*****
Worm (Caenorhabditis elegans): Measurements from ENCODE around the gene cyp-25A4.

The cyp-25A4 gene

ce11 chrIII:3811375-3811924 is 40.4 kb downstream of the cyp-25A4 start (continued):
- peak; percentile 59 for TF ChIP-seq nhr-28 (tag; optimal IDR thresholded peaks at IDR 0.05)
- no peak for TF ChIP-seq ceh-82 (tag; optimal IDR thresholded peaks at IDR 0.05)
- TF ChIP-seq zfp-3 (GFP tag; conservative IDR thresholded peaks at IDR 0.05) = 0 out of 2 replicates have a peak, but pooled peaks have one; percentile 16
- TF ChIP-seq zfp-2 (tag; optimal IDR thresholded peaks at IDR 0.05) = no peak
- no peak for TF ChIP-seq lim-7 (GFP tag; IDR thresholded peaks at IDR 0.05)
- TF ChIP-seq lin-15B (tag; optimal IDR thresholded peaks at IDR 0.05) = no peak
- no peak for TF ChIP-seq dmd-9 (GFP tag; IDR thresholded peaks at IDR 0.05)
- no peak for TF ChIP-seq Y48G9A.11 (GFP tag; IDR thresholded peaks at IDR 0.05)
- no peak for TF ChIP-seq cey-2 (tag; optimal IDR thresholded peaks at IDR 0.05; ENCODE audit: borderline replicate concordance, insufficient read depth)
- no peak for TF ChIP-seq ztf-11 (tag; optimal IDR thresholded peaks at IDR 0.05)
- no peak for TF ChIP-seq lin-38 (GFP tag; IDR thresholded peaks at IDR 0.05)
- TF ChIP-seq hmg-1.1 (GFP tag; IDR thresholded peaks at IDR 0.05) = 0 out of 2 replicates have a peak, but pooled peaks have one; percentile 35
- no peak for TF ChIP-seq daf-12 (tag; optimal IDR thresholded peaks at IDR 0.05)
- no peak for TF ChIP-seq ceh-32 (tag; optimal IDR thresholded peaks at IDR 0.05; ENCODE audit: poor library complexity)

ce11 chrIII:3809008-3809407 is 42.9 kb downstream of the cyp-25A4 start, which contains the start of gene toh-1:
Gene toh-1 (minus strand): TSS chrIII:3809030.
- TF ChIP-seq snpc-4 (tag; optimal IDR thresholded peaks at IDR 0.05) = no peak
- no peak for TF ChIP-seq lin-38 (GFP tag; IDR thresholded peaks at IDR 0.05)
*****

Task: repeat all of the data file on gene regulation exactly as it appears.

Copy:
Worm (Caenorhabditis elegans): Measurements from ENCODE around the gene cyp-25A4.

The cyp-25A4 gene

ce11 chrIII:3811375-3811924 is 40.4 kb downstream of the cyp-25A4 start (continued):
- peak; percentile 59 for TF ChIP-seq nhr-28 (tag; optimal IDR thresholded peaks at IDR 0.05)
- no peak for TF ChIP-seq ceh-82 (tag; optimal IDR thresholded peaks at IDR 0.05)
- TF ChIP-seq zfp-3 (GFP tag; conservative IDR thresholded peaks at IDR 0.05) = 0 out of 2 replicates have a peak, but pooled peaks have one; percentile 16
- TF ChIP-seq zfp-2 (tag; optimal IDR thresholded peaks at IDR 0.05) = no peak
- no peak for TF ChIP-seq lim-7 (GFP tag; IDR thresholded peaks at IDR 0.05)
- TF ChIP-seq lin-15B (tag; optimal IDR thresholded peaks at IDR 0.05) = no peak
- no peak for TF ChIP-seq dmd-9 (GFP tag; IDR thresholded peaks at IDR 0.05)
- no peak for TF ChIP-seq Y48G9A.11 (GFP tag; IDR thresholded peaks at IDR 0.05)
- no peak for TF ChIP-seq cey-2 (tag; optimal IDR thresholded peaks at IDR 0.05; ENCODE audit: borderline replicate concordance, insufficient read depth)
- no peak for TF ChIP-seq ztf-11 (tag; optimal IDR thresholded peaks at IDR 0.05)
- no peak for TF ChIP-seq lin-38 (GFP tag; IDR thresholded peaks at IDR 0.05)
- TF ChIP-seq hmg-1.1 (GFP tag; IDR thresholded peaks at IDR 0.05) = 0 out of 2 replicates have a peak, but pooled peaks have one; percentile 35
- no peak for TF ChIP-seq daf-12 (tag; optimal IDR thresholded peaks at IDR 0.05)
- no peak for TF ChIP-seq ceh-32 (tag; optimal IDR thresholded peaks at IDR 0.05; ENCODE audit: poor library complexity)

ce11 chrIII:3809008-3809407 is 42.9 kb downstream of the cyp-25A4 start, which contains the start of gene toh-1:
Gene toh-1 (minus strand): TSS chrIII:3809030.
- TF ChIP-seq snpc-4 (tag; optimal IDR thresholded peaks at IDR 0.05) = no peak
- no peak for TF ChIP-seq lin-38 (GFP tag; IDR thresholded peaks at IDR 0.05)